The swelling tide of diversity has continued to surge through the nation this decade. Although the growth in minority populations has been greater in some places than in others, nearly every congressional district grew less white in the ’00s, and 217 districts are now at least 30 percent nonwhite. In 1990, only 109 districts were 30 percent minority; even in 2008, only 205 districts made that cut.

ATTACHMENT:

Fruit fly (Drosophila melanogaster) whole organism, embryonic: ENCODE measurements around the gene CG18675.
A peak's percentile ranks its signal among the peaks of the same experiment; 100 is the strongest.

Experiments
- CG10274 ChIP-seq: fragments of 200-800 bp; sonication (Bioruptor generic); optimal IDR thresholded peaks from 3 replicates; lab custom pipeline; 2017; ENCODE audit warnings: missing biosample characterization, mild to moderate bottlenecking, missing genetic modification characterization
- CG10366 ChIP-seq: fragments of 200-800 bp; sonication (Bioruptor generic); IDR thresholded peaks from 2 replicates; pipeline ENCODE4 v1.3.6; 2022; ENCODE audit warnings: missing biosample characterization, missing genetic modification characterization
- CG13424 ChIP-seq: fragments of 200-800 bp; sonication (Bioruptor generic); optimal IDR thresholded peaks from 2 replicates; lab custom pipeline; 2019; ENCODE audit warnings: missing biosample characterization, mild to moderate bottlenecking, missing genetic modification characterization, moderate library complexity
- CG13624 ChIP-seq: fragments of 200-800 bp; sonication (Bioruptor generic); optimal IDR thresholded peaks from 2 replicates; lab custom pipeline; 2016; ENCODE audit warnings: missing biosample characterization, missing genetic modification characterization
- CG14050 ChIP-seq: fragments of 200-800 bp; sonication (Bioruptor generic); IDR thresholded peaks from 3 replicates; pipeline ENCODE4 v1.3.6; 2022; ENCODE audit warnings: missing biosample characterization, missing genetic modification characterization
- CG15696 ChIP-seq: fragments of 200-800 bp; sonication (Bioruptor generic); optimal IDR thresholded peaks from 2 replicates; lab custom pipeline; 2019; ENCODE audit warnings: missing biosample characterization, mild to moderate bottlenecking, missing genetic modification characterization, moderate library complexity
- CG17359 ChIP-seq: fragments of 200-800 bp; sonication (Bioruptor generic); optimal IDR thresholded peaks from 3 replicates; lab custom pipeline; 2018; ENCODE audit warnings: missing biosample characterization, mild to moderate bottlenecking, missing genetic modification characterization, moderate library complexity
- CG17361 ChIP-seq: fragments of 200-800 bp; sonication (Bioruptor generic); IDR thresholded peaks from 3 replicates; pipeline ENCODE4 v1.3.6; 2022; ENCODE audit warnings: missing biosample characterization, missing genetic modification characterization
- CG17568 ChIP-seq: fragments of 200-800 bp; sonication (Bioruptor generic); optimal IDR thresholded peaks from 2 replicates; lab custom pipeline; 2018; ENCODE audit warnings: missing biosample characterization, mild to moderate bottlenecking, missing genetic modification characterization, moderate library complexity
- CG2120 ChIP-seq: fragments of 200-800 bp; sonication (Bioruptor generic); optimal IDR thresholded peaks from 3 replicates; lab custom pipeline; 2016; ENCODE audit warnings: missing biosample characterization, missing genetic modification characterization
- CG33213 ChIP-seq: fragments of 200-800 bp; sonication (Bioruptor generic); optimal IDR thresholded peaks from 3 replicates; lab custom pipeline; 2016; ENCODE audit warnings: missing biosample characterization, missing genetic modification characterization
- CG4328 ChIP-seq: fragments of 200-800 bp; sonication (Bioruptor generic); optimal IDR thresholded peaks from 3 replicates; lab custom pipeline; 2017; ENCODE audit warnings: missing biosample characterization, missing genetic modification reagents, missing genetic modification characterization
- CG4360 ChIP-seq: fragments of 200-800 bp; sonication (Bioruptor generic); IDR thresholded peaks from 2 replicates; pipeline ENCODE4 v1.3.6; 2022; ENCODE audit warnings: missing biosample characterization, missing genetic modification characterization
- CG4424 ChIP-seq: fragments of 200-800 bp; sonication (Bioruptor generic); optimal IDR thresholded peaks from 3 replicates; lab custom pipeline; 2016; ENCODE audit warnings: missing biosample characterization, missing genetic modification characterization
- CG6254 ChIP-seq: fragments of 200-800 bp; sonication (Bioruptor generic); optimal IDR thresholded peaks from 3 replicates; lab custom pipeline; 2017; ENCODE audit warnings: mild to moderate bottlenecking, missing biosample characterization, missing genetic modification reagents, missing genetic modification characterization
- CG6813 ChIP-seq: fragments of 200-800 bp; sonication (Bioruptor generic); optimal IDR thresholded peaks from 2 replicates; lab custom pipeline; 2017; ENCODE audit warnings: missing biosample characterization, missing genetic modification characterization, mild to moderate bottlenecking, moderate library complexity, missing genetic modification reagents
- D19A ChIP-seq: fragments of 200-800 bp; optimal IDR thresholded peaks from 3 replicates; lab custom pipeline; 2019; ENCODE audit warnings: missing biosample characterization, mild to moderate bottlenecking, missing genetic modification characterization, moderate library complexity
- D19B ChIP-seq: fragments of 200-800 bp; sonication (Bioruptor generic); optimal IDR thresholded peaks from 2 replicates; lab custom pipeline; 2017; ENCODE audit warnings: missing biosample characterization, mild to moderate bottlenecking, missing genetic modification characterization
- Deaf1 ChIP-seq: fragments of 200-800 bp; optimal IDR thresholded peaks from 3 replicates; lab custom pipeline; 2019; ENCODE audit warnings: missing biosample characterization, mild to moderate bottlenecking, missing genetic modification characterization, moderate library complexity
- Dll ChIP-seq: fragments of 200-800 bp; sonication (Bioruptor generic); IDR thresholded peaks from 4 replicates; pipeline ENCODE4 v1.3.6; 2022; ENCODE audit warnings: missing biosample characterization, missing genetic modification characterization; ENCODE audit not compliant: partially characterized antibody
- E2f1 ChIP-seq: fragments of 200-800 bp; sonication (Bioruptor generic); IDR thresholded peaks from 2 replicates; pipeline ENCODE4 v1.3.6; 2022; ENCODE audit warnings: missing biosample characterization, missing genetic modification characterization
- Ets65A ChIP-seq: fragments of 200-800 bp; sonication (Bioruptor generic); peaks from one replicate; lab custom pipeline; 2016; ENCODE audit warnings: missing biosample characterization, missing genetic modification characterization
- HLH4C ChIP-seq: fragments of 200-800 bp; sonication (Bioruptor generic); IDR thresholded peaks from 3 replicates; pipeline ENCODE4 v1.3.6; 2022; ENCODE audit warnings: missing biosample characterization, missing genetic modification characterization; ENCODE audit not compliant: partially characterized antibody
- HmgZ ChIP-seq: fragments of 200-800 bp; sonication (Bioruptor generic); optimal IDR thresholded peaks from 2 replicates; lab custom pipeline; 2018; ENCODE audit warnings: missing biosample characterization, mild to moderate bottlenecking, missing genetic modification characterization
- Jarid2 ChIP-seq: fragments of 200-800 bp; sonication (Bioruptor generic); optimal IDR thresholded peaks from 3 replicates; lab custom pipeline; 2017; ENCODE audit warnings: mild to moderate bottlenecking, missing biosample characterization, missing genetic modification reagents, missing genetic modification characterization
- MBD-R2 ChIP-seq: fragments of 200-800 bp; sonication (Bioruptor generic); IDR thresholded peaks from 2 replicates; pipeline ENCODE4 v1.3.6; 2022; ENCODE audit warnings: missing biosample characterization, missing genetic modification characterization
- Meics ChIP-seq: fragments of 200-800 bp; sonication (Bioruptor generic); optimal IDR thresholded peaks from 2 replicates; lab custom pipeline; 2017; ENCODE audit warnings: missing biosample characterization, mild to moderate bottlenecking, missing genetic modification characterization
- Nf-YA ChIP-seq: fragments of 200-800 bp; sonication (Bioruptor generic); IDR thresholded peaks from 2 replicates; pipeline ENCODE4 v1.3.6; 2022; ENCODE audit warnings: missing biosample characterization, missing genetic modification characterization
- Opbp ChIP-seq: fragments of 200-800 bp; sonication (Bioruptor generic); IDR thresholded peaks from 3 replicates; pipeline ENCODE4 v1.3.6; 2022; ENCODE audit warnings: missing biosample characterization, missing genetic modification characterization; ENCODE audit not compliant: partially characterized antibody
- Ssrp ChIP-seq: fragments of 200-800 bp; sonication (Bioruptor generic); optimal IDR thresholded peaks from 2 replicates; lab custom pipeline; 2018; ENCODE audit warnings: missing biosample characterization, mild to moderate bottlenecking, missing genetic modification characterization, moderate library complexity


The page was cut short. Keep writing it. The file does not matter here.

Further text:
Comparing population numbers from the 2000 census with estimates from the 2009 American Community Survey, Hispanics have been the clear driver of minority population growth in the past decade. The intensity of that growth is underscored by the concentration of young people in more-diverse areas and the elderly in whiter areas. On average, minority-heavy areas have higher numbers of residents younger than 18 and lower numbers of residents older than 65. The opposite is true of America’s least diverse congressional districts.